Senior Chef - building new skills
More than 1300 people have graduated from the Senior Chef cooking programme since it began in 2010 - we find out the secret to this successful recipe.
“I’d always been a good cook, but I had lost so much confidence,” says 73-year-old Christchurch woman Anne.
After years of cooking family meals, she was living alone and facing challenges from arthritis and other health issues. Her loss of confidence in the kitchen meant she was often resorting to frozen meals from the supermarket which ‘tasted like cardboard’.
“It’s a real challenge cooking for one,” says Anne.
“It’s a lot easier to double a recipe than make it smaller. You’re used to cooking 8 or 9 potatoes and suddenly you only need to cook one. There are lots of little differences like that.”
She had heard about Senior Chef and was then referred to the programme by her doctor.
“I went with a friend. She was in the same boat as me. One of the really good things about the course is that you realise you’re not alone. There are other people out there who have the same challenges as you. We helped each other a lot.”
Who takes part in Senior Chef
Long-time Senior Chef facilitator Jane Callahan says Anne’s story is fairly typical for many women who enrol in SeniorChef.
“The men have often never cooked. Many of them come to Senior Chef because their partners have died or become sick. They’ll start the course and say something like ‘I don’t even know where anything is in the kitchen’.
“Those men are often really surprised to see women on the course – they think that all women can cook. Often the women can cook, but they have lost the motivation. They just need a little bit of help to get started again,” says Jane.
What you learn at Senior Chef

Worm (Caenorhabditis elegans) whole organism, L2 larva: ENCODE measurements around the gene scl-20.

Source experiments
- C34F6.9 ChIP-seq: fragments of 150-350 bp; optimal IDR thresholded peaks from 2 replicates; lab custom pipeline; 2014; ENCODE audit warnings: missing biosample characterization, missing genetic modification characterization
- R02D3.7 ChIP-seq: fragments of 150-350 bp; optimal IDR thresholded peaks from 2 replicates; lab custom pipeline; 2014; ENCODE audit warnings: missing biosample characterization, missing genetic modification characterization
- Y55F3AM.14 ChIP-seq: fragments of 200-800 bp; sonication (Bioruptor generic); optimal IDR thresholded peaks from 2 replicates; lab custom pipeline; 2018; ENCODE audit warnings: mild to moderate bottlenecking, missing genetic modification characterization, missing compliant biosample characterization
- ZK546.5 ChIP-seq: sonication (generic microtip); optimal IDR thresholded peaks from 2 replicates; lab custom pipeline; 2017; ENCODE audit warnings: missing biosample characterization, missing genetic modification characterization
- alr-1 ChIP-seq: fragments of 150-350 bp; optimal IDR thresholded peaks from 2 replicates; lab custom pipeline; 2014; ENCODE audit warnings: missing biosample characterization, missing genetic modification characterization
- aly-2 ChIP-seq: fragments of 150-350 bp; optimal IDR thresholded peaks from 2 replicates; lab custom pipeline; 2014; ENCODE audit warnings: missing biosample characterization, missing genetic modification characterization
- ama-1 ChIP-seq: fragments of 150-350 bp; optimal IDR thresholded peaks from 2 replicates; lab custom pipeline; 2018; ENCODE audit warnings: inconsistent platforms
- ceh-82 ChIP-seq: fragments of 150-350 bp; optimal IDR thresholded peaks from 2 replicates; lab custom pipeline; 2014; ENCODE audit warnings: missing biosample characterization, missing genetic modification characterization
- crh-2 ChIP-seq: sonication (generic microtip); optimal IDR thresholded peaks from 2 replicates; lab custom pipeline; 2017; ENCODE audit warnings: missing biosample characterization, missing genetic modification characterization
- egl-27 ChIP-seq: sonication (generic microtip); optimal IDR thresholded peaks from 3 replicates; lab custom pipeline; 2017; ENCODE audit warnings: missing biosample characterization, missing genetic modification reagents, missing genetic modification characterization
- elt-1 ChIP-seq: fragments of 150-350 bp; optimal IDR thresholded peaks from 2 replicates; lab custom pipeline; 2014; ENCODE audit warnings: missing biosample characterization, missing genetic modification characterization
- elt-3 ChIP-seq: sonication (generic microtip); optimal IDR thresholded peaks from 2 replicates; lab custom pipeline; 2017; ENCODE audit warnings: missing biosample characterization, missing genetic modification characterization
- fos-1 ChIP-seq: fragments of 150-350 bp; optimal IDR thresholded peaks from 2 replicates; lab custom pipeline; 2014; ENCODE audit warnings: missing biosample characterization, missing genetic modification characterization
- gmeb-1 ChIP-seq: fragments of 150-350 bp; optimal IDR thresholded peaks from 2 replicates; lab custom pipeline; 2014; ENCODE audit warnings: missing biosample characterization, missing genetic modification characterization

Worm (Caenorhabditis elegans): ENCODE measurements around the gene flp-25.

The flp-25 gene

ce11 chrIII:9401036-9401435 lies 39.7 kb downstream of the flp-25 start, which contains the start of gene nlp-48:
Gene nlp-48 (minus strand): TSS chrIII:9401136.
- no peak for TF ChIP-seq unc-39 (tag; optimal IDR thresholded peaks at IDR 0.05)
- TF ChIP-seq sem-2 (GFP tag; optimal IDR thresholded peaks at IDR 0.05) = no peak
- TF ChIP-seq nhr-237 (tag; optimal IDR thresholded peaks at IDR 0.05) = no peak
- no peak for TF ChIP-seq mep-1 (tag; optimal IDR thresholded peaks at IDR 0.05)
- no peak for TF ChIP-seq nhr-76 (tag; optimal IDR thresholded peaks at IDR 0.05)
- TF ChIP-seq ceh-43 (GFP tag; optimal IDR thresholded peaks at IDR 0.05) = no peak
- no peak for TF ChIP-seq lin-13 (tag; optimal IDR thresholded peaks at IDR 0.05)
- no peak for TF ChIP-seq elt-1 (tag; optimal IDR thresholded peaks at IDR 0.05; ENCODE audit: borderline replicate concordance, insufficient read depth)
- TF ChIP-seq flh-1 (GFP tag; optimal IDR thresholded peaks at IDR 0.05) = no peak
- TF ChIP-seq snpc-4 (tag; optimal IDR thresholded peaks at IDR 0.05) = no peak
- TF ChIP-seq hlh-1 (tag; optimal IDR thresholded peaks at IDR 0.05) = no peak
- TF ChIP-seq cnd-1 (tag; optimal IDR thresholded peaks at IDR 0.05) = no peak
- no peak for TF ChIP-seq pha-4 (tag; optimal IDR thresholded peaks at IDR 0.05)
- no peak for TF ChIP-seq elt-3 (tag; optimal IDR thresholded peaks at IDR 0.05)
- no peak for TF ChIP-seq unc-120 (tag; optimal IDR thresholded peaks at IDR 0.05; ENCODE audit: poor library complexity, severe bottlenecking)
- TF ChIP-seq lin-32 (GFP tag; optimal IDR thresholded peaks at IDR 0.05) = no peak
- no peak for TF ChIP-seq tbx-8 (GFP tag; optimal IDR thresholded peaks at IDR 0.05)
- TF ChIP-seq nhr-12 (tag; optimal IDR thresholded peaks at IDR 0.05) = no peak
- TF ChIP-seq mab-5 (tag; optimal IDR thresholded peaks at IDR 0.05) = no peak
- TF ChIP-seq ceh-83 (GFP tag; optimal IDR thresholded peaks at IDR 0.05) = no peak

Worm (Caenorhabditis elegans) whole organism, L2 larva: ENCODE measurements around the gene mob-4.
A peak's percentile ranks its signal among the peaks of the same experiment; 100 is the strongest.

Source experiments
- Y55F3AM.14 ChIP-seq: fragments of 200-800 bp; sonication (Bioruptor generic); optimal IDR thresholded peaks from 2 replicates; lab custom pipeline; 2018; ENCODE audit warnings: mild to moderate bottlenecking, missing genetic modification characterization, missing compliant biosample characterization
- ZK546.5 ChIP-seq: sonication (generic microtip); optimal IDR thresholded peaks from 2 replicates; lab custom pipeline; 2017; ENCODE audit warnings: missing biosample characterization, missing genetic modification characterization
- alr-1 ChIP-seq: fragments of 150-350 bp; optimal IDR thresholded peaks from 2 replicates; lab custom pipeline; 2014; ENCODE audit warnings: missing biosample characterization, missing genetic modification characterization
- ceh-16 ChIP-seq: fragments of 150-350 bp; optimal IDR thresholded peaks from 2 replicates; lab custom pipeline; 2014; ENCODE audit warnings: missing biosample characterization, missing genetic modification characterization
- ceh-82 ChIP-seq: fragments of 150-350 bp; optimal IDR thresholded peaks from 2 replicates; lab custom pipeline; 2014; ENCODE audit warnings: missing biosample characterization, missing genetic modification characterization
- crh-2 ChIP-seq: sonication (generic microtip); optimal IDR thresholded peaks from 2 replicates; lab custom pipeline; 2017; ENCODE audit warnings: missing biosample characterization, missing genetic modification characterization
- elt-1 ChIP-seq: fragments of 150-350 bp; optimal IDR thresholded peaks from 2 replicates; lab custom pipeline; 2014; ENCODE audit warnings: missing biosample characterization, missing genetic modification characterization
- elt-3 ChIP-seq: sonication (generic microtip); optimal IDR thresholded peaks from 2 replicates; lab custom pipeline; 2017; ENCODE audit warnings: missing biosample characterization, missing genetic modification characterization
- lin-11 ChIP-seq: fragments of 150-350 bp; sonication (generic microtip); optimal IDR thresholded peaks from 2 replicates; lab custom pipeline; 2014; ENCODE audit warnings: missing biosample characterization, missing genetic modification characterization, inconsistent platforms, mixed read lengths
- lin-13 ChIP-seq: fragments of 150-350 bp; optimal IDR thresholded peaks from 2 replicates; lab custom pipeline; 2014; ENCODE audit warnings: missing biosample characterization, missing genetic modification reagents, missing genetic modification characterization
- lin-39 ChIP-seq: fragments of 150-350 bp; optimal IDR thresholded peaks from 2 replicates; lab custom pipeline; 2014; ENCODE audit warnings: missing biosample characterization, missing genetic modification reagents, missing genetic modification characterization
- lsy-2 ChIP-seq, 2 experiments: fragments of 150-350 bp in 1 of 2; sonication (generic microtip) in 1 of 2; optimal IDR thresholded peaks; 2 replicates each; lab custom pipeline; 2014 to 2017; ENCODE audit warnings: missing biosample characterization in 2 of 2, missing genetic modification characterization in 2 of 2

The course, and the associated recipe book, have been carefully designed with older people’s nutritional needs and living arrangements in mind. Recipes are for one or two people and use easy to find and inexpensive ingredients.
"We start off with learning about your changing nutritional needs as you get older. People are often surprised by this."
You should have at least six servings of bread and cereals a day for fibre. You should also try and have a small amount of protein as part of each meal, and dairy food to help prevent osteoporosis.
While Jane clearly relishes sharing the enjoyment and comradeship that participants gain from the course, she rates improvements in their health as the highlight.
"I’ve bumped into people after they have done the course. Their diet has changed and as a result, they’ve been able to come off their medication for things like blood pressure and cholesterol."
Senior Chef New Zealand began in Christchurch by the project team Healthy Eating Healthy Ageing, which is funded by the Ministry of Health, and is run through the Canterbury District Health Board.
Since 2010 more than 1000 participants have taken part in one of the eight week courses and it’s success has seen it extended to other regions throughout New Zealand.
How to enrol in a Senior Chef course
Senior Chef is run by different organisations in different areas, so the requirements and courses on offer do vary.
You can visit the Senior Chef website for contact information for each region.
In some areas, a referral is required from a medical professional, while in other areas you can enrol yourself.
Senior Chef recipes
Recipes from the Senior Chef book and course are available on the SeniorChef website. We asked Jane which ones she thought were the most popular.
“The one that people seem to make the most again is our take on Chilli Con Carne. It’s a one pot dish and that seems to be one of its big attractions.
“Another dish that people make regularly is the omelette. It is quick and nutritious and ideal for people cooking for themselves.”
For Anne, the soups and the light meals got the thumbs up.
“I really enjoy the devilled kidneys. I’ve made that again.”
“The curried coriander soup was fabulous. That’s probably my favourite.”